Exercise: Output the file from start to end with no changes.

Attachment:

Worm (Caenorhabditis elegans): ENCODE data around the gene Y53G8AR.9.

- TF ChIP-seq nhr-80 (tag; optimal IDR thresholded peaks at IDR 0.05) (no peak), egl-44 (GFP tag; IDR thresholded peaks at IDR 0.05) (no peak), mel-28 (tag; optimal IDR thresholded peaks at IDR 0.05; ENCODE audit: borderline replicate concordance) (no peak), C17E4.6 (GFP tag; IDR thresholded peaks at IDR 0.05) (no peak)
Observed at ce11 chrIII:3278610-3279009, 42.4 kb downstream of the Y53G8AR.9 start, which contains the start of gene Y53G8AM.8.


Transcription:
Worm (Caenorhabditis elegans): ENCODE data around the gene Y53G8AR.9.

- TF ChIP-seq nhr-80 (tag; optimal IDR thresholded peaks at IDR 0.05) (no peak), egl-44 (GFP tag; IDR thresholded peaks at IDR 0.05) (no peak), mel-28 (tag; optimal IDR thresholded peaks at IDR 0.05; ENCODE audit: borderline replicate concordance) (no peak), C17E4.6 (GFP tag; IDR thresholded peaks at IDR 0.05) (no peak)
Observed at ce11 chrIII:3278610-3279009, 42.4 kb downstream of the Y53G8AR.9 start, which contains the start of gene Y53G8AM.8.